While a jukebox musical may not be a rock concert, bringing well-known songs to a musical setting comes with an expectation. In the case of Tina, The Tina Turner Musical, the journey of an icon is more than just well-placed songs recalling the highs and lows of her life. The real takeaway from this musical is that women can, and should, get loud because they deserve to be heard.
Chronicling her journey from Anna Mae Bullock to Grammy-winning Tina Turner, this musical never loses sight of the person behind the iconic songs. Even if those hits from the 80s might have been the soundtrack to some people’s childhood or the Ike and Tina review influenced R&B, it is more than just the melodies that make an impact on the audience. It is a reminder that even in the most difficult moments, following a dream has value.
When Tina opens, a young Anna Mae is scolded for being too loud with her singing. That reprimand might seem harsh, but it serves as a sentiment that plays throughout the superstar’s story. Whether taking the abuse from Ike Turner or trying to regain her position in music relevancy, Tina needed to put aside the quietness and embrace, or celebrate, her loudness. A woman without a voice will never be powerful.
Presence and power are clearly shown by the talented National Tour cast. During a recent performance at Dr. Phillips Center, Zurin Villanueva, who is one of the tour’s leading ladies as Tina, owned the stage. While she captured the slight ruggedness that Turner’s voice employed, it is the big belting numbers that have everyone enraptured. Balancing the fear, desire, and brashness that is part of a celebrity, Villanueva kept all eyes on her. Even as “Young Anna Mae” might tug at the heartstrings during the finale, this show is a vehicle for Villanueva’s talents.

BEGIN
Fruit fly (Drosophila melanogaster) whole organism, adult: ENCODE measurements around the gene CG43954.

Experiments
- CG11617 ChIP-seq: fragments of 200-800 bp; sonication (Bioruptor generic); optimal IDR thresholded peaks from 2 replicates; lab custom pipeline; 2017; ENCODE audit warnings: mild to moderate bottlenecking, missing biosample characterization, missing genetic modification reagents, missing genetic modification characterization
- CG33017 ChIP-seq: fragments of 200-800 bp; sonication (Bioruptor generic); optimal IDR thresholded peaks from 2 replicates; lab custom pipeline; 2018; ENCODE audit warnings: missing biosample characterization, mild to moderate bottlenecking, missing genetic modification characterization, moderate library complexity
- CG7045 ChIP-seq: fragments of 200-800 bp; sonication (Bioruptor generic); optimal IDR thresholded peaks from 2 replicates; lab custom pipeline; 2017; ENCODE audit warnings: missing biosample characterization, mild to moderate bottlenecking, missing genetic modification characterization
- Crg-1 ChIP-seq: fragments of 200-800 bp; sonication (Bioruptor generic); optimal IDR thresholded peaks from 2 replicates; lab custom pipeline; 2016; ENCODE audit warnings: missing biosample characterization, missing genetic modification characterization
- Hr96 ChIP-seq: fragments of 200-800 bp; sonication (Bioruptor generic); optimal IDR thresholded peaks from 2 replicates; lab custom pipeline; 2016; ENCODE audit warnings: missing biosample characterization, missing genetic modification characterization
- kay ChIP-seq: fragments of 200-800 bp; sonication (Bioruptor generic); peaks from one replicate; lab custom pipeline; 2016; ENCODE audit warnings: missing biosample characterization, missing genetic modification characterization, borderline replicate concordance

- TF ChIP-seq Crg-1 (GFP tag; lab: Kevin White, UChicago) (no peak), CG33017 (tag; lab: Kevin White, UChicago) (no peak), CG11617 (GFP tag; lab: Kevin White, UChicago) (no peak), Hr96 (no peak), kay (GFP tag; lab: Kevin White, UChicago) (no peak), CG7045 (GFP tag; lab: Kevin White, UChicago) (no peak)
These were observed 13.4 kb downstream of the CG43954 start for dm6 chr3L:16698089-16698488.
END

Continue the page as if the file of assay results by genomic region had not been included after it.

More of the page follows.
Although there are many harsh moments where the audience gasps and recoils due to the violent relationships, the sadness and even heartbreak in many of Tina’s iconic songs will never overshadow the joy that music can and will offer. To refer back to the words of one of her most famous songs, the river is deep and the mountain high, but the view that is filled with harmony and fulfillment is worth the journey.
Even though everyone knows the story and songs, there is a want to enjoy the musical experience for what it is. Some songs and moments might be a little clunky in the plot, but everyone is waiting for that big moment. In this case, it comes in the finale and encore. It is time to clap, dance, forget about the negativity and let the music take hold. The Tina Turner Musical finale and encore definitely leave the audience wanting more.
Although musical theater has seen its transformation or modernization from idyllic characters bursting into song to queens who rock and founding fathers who rap, the truth is that musicals, especially jukebox musicals, can serve as a retrospective of music and culture. The past is not dated, rather it is the melody that plays in the mind like an old friend.
Whether or not the audience had seen Tina Turner strut her way across a stage or watched or read her biographic story previously, the Tina Turner Musical is an entertaining night of theater. Part warning, part inspiration, and a whole lot of great music are a reason to purchase a ticket.
Tina, the Tina Turner Musical is on a National Tour with a recent stop at Dr. Phillips Center in Orlando, Florida. Additional tour dates across the U.S. are available.
Monica has a BA in Journalism and English from the University of Massachusetts and an MS in Journalism and Communications from Quinnipiac University. Monica has worked as a journalist for over 20 years covering all things entertainment. She has covered everything from San Diego Comic-Con, The SAG Awards, Academy Awards, and more. Monica has been published in Variety, Swagger Magazine, Emmy Magazine, CNN, AP, Hidden Remote, and more. For the past 10 years, she has added PR and marketing to her list of talents as the president of Prime Entertainment Publicity, LLC. Monica is ready for anything and is proudly obsessed with pop culture.